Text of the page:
At least 34 people perished on the province’s roads during the Easter weekend, just two deaths below the 36 fatalities recorded during the same period last year.
The death toll also meant the province failed to reach its 50% target of road fatality reduction during this year.
Of the total number 34 of the recorded road fatalities, 18 of them were pedestrians, up by eight deaths from last year’s 10, when pedestrians were knocked down by vehicles at the weekend.
The transport and community safety department spokesperson, Joshua Kwapa, said many of the pedestrians were killed while crossing roads, an indication that some may not have observed safety factors before crossing.
The department said it would improve its education programmes on pedestrian safety to ensure people know how to avoid being hit by vehicles.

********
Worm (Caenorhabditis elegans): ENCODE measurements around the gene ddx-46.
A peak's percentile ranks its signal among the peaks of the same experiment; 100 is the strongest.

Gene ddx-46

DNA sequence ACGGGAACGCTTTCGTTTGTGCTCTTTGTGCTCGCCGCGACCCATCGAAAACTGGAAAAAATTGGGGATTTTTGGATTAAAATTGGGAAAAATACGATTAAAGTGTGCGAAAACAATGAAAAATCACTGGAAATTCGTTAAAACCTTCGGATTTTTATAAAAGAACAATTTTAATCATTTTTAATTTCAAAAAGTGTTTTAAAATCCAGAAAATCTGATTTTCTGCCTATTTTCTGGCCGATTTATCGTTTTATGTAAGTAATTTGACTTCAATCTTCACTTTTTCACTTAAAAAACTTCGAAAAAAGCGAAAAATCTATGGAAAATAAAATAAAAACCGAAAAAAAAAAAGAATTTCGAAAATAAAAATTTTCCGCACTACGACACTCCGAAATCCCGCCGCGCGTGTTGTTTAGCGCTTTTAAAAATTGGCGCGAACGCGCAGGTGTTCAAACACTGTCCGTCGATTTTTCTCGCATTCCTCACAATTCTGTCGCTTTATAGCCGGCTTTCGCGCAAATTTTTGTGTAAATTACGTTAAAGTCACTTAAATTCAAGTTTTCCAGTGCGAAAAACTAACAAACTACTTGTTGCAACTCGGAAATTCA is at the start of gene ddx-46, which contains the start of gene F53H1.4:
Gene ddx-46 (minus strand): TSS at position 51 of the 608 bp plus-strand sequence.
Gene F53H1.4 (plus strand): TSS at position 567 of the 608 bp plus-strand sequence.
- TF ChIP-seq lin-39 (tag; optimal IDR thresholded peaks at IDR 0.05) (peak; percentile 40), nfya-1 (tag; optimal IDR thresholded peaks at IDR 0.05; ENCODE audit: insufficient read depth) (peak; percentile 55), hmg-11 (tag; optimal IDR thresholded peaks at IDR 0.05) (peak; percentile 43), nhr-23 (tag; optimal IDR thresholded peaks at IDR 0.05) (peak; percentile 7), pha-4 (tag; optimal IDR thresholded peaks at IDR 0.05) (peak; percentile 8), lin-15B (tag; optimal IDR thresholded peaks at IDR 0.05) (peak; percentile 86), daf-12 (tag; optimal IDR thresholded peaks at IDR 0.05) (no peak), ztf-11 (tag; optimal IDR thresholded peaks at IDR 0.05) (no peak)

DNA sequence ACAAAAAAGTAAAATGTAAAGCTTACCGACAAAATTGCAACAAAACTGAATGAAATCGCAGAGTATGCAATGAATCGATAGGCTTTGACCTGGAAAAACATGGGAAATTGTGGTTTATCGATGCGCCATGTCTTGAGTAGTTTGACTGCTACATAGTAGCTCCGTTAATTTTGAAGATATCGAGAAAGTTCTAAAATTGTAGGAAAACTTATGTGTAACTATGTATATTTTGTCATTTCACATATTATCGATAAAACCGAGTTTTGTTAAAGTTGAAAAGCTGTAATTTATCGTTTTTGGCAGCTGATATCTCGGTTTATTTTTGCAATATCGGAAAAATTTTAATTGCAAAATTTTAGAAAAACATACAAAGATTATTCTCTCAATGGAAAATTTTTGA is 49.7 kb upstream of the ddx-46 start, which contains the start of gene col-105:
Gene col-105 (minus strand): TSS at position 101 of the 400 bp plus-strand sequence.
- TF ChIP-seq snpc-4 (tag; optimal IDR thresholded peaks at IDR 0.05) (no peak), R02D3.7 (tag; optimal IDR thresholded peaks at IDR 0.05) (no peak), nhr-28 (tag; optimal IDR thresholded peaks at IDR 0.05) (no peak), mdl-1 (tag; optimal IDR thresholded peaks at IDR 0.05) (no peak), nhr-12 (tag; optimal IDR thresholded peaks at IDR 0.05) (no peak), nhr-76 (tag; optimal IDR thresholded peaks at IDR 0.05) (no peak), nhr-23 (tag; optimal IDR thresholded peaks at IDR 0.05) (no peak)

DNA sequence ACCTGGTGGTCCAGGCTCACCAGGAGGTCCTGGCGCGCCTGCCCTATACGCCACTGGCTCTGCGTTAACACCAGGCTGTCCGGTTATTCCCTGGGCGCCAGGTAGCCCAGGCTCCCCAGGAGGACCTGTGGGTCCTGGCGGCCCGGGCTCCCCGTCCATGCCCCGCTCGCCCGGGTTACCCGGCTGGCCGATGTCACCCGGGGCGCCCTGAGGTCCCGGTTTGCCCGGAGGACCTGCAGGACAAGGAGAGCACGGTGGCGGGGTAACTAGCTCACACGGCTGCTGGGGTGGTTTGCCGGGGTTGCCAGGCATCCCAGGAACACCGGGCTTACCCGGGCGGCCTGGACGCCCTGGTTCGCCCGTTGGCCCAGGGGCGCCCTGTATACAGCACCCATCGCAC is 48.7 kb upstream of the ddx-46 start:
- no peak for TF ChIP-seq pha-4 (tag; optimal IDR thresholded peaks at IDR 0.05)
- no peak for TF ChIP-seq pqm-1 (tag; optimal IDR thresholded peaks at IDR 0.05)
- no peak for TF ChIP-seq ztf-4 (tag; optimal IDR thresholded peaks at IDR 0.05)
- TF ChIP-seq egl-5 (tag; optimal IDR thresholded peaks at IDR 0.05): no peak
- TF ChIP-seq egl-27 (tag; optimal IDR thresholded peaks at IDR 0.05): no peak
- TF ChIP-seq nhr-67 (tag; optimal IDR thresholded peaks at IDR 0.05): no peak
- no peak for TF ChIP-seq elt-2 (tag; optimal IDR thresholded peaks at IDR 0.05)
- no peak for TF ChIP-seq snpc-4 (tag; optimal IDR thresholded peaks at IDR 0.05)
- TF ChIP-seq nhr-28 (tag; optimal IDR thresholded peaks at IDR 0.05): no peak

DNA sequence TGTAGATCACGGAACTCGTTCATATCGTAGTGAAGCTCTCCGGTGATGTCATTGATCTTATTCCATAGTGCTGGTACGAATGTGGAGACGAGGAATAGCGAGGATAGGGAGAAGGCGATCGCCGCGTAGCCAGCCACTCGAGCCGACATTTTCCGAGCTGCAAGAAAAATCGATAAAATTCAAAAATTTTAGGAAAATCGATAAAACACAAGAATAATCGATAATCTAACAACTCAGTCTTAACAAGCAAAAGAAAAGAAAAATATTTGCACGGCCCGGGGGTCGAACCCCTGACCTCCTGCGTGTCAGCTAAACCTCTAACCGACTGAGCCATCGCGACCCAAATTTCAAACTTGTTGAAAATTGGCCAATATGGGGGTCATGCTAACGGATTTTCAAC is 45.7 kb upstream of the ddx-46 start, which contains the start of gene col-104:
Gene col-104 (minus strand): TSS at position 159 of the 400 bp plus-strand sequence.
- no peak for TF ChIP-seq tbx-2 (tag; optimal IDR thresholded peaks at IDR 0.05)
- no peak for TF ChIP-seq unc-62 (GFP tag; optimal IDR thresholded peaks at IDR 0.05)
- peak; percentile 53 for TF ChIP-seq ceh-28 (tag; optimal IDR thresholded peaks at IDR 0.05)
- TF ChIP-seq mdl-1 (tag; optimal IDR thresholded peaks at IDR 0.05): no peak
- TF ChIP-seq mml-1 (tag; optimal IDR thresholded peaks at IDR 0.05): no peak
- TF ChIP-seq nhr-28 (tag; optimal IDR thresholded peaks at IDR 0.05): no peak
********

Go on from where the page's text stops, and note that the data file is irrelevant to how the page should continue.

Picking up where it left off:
During the Easter road patrols and road blocks in the province, traffic officers stopped 24063 vehicles, arrested 32 drivers for drunk driving, impounded four minibus taxis and 10 buses while 38 vehicles were discontinued.
Transport and community safety MEC Nandi Ndalane said: “Drunk driving is a deliberate traffic violation which needs to be harshly dealt with.
“We need to ensure that those found guilty are successfully prosecuted and obtain the harshest permissible
punishment by the law.”
She further said even though the department did not achieve 50% reduction of fatalities as planned, the slight improvement was welcomed.
“We will build on this achievement and then moving forward we shall work harder to achieve our ultimate objective of safer roads for all.”
The department said most causes of road crashes during the Easter weekend included reckless and negligent driving, pedestrians crossing the roads, excessive speed, unsafe overtaking or animals on the roads.
Ndalane thanked motorists who displayed good behaviour.